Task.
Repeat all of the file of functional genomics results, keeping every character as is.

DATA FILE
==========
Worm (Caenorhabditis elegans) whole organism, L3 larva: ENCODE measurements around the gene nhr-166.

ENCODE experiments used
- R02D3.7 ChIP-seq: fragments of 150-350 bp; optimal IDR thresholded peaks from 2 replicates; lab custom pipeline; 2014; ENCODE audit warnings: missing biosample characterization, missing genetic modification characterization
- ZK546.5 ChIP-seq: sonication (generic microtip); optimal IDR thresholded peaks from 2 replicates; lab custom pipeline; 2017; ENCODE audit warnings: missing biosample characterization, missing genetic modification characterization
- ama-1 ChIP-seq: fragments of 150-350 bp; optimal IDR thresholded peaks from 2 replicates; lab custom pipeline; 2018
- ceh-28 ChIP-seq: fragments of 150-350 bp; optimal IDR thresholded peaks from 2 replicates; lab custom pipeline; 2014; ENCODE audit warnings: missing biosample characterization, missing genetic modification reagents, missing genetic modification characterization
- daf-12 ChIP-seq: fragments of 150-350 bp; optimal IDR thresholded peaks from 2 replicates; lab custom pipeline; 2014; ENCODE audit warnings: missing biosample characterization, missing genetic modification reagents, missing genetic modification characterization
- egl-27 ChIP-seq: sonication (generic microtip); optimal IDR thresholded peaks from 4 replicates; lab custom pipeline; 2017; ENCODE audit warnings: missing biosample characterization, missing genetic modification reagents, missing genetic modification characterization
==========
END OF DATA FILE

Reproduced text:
Worm (Caenorhabditis elegans) whole organism, L3 larva: ENCODE measurements around the gene nhr-166.

ENCODE experiments used
- R02D3.7 ChIP-seq: fragments of 150-350 bp; optimal IDR thresholded peaks from 2 replicates; lab custom pipeline; 2014; ENCODE audit warnings: missing biosample characterization, missing genetic modification characterization
- ZK546.5 ChIP-seq: sonication (generic microtip); optimal IDR thresholded peaks from 2 replicates; lab custom pipeline; 2017; ENCODE audit warnings: missing biosample characterization, missing genetic modification characterization
- ama-1 ChIP-seq: fragments of 150-350 bp; optimal IDR thresholded peaks from 2 replicates; lab custom pipeline; 2018
- ceh-28 ChIP-seq: fragments of 150-350 bp; optimal IDR thresholded peaks from 2 replicates; lab custom pipeline; 2014; ENCODE audit warnings: missing biosample characterization, missing genetic modification reagents, missing genetic modification characterization
- daf-12 ChIP-seq: fragments of 150-350 bp; optimal IDR thresholded peaks from 2 replicates; lab custom pipeline; 2014; ENCODE audit warnings: missing biosample characterization, missing genetic modification reagents, missing genetic modification characterization
- egl-27 ChIP-seq: sonication (generic microtip); optimal IDR thresholded peaks from 4 replicates; lab custom pipeline; 2017; ENCODE audit warnings: missing biosample characterization, missing genetic modification reagents, missing genetic modification characterization